Indifference, not malice
Anthropomorphic ideas of a "robot rebellion," in which AIs spontaneously develop primate-like resentments of low tribal status, are the stuff of science fiction. The more plausible danger stems not from malice, but from the fact that human survival requires scarce resources: resources for which AIs may have other uses  . Superintelligent AIs with real-world traction, such as access to pervasive data networks and autonomous robotics, could radically alter their environment, e.g., by harnessing all available solar, chemical, and nuclear energy. If such AIs found uses for free energy that better furthered their goals than supporting human life, human survival would become unlikely.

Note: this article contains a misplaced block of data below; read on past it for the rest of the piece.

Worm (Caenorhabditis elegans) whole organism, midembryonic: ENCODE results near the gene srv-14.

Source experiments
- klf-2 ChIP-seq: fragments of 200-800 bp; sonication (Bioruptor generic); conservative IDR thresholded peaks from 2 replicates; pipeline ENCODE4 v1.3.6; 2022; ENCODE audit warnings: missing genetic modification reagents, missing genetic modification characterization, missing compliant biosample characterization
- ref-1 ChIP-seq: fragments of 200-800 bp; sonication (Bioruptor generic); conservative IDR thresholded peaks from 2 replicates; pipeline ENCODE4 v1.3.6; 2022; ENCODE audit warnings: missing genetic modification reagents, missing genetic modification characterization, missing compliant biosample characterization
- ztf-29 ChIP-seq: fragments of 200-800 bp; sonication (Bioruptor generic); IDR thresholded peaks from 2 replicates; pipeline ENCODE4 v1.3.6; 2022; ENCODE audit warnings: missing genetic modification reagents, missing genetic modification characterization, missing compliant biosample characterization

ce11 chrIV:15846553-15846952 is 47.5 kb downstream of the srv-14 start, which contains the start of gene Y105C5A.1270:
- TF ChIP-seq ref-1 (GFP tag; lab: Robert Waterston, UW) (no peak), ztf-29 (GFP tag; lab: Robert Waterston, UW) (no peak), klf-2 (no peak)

Many AIs will converge toward being optimizing systems, in the sense that, after self-modification, they will act to maximize some goal . For instance, AIs developed under evolutionary pressures would be selected for values that maximized reproductive fitness, and would prefer to allocate resources to reproduction rather than supporting humans . Such unsafe AIs might actively mimic safe benevolence until they became powerful, since being destroyed would prevent them from working toward their goals. Thus, a broad range of AI designs may initially appear safe, but if developed to the point of a Singularity could cause human extinction in the course of optimizing the Earth for their goals.
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